An accused person who cannot be located may be tried or convicted in absentia but has the right, subsequently, to secure the reopening of the proceedings on the merits of the case in his or her presence

(Source: Court of Justice of the European Union)

However, that person may be denied that right if he or she deliberately evaded the judicial proceedings by preventing the authorities from informing him or her of the trial.

Criminal proceedings were brought in Bulgaria against IR, who was accused of having participated in a criminal organisation with a view to committing tax offences punishable by custodial sentences. A first indictment was served on IR in person and he indicated an address at which he could be contacted. When the judicial stage of the proceedings commenced, he could not, however, be found there, with the result that the Spetsializiran nakazatelen sad (Specialised Criminal Court, Bulgaria) could not summon him to the hearing. Nor did the lawyer appointed by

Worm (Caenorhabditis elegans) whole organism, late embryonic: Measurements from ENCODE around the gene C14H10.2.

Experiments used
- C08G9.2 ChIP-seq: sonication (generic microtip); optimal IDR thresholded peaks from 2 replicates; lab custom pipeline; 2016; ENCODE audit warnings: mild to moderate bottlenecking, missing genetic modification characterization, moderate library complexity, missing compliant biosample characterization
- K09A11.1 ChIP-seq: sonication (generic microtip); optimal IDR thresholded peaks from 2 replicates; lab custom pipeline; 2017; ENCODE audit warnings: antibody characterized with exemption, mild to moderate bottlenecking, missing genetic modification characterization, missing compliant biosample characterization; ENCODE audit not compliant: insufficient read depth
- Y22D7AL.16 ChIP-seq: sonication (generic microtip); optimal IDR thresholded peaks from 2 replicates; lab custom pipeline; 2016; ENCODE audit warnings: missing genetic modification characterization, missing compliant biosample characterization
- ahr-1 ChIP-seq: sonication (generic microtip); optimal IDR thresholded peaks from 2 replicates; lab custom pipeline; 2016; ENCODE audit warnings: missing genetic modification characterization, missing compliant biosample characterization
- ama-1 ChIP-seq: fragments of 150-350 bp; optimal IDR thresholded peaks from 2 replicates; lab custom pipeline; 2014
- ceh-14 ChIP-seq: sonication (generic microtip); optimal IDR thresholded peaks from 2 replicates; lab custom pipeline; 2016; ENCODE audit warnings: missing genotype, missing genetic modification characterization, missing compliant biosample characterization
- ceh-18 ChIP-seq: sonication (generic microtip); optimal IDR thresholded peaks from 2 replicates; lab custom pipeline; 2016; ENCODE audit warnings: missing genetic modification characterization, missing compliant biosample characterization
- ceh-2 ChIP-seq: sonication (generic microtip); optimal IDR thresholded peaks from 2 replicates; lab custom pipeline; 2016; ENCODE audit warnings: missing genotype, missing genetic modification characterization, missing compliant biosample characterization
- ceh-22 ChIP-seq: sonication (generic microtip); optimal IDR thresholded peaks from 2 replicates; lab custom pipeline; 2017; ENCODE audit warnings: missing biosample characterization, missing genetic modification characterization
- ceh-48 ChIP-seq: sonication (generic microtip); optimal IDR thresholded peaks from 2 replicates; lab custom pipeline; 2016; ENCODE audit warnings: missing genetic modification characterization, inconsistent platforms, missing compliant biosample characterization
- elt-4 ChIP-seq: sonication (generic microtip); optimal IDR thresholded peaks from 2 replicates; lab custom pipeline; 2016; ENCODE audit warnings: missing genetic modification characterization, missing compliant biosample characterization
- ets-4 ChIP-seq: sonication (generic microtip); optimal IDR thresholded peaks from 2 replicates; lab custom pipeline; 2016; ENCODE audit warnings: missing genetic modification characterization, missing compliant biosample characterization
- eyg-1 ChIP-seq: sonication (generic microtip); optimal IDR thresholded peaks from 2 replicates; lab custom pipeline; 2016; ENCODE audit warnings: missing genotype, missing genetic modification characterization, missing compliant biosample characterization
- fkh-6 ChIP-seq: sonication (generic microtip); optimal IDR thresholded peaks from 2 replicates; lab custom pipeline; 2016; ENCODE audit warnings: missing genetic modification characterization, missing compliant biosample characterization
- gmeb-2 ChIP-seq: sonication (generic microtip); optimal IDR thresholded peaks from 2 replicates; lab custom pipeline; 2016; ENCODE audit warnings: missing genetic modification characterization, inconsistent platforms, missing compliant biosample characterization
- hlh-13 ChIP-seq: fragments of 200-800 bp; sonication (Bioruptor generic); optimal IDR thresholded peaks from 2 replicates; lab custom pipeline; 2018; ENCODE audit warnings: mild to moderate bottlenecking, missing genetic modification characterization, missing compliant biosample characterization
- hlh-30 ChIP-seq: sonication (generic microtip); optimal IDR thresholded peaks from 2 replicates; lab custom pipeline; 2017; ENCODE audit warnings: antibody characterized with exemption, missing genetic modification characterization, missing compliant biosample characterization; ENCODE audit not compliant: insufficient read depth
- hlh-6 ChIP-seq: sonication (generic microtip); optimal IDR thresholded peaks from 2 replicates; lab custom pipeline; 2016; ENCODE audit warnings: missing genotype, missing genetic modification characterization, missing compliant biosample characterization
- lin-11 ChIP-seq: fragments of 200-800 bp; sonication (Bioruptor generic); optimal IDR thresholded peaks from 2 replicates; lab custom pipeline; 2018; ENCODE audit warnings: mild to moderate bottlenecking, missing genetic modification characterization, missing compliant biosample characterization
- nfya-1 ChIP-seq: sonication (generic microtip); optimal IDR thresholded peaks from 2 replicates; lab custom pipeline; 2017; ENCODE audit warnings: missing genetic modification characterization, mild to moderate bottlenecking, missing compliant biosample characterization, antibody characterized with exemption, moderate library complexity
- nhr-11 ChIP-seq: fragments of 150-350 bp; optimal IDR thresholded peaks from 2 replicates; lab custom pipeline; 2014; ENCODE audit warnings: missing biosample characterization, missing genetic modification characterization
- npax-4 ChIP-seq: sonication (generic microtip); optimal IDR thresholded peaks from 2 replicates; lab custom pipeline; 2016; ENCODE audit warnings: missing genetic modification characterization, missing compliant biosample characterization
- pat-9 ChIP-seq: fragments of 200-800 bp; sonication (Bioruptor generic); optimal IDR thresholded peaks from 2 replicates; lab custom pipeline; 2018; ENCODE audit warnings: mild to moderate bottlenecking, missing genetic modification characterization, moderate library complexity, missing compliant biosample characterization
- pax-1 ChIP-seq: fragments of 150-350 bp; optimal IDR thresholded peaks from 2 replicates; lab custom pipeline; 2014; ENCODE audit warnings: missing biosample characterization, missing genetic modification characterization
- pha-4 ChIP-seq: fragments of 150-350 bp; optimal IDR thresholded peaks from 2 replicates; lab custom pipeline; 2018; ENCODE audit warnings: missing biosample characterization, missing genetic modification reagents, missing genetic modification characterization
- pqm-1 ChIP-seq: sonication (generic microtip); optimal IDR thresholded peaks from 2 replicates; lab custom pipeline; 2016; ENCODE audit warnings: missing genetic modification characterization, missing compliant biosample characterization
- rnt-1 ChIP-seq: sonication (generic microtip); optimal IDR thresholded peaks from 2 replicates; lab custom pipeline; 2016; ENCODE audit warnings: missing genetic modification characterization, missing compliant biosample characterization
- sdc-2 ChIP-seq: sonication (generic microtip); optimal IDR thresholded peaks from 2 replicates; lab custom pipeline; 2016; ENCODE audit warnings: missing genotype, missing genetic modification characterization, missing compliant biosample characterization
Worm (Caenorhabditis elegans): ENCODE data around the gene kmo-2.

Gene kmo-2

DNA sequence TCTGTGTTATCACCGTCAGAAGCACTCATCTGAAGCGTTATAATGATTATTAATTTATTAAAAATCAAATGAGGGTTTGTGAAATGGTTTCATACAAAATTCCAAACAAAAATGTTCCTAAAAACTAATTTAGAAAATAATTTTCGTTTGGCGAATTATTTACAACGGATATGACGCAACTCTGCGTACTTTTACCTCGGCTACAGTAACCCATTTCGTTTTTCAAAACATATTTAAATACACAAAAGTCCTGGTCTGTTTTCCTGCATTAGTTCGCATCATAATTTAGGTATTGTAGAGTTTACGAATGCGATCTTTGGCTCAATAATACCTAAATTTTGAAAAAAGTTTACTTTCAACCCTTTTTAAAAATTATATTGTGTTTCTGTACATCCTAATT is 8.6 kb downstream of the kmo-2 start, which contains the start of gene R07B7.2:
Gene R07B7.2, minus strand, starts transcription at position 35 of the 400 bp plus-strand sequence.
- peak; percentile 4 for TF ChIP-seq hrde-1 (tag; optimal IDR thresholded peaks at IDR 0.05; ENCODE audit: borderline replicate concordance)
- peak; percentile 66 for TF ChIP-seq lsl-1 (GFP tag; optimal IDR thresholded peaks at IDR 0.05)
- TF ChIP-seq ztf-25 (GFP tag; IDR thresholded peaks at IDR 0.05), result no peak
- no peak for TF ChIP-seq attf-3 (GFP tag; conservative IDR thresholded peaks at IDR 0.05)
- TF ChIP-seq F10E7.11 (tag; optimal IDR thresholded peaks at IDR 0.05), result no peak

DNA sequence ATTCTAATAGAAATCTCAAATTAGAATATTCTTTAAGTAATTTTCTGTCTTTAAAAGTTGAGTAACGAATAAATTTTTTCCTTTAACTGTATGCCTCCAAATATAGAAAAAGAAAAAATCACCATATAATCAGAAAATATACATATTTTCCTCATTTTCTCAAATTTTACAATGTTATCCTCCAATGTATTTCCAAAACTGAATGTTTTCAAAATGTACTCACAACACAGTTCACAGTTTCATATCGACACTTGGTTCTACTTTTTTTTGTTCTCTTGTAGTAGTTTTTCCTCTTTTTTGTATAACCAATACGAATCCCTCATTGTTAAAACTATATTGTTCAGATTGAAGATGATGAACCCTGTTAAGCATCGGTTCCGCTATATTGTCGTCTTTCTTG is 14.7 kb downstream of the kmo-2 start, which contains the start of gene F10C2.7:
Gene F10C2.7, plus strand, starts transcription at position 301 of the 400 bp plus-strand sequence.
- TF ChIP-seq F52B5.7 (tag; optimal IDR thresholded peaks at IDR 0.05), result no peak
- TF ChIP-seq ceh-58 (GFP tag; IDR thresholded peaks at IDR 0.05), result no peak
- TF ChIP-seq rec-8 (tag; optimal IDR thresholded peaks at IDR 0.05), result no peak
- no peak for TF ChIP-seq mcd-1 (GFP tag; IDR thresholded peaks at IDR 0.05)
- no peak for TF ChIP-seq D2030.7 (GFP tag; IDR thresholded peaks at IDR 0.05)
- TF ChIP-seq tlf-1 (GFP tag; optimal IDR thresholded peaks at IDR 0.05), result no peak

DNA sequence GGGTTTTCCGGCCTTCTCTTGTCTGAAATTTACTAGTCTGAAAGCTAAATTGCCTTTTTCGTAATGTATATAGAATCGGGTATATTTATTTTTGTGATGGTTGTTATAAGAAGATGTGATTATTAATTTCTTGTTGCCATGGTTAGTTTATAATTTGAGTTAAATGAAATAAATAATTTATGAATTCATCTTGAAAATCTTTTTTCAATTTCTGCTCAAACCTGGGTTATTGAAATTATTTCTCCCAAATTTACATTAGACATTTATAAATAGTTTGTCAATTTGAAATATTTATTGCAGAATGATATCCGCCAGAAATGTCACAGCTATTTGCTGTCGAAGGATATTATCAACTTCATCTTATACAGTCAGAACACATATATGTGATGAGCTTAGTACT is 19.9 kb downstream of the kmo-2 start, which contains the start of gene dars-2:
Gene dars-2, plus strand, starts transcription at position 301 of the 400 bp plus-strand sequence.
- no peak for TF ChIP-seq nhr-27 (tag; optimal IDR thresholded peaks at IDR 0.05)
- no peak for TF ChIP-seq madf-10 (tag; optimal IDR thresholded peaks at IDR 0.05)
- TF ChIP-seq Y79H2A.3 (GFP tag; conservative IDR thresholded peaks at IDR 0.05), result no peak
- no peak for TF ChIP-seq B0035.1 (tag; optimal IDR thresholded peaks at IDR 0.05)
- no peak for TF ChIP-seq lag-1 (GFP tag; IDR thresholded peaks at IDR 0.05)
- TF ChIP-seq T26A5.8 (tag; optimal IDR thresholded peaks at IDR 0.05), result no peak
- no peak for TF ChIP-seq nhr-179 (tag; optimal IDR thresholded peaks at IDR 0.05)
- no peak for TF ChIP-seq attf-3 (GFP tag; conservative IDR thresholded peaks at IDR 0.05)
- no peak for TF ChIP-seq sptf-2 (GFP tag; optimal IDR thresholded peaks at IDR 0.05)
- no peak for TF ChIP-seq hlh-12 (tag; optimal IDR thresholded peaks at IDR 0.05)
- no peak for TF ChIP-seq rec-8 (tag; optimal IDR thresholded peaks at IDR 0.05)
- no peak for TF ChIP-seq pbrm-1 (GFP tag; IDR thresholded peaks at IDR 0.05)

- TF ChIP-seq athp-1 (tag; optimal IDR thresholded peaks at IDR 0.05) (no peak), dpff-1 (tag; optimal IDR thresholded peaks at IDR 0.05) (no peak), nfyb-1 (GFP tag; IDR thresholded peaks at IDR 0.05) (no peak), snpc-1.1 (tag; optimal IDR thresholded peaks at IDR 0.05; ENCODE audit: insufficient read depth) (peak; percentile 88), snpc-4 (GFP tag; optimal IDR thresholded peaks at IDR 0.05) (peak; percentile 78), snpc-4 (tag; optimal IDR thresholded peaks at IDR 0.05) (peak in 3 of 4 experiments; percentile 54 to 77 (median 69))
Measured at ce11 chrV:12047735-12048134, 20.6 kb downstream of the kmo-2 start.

that court of its own motion enter into contact with him. Furthermore, as the indictment that had been served on IR was vitiated by an irregularity, it was declared void and the proceedings were closed. After a new indictment had been drawn up and the proceedings had been reopened, IR, once again, was sought but could not be located. The referring court finally inferred from this that IR had absconded and that, in those circumstances, the case could be heard in his absence.

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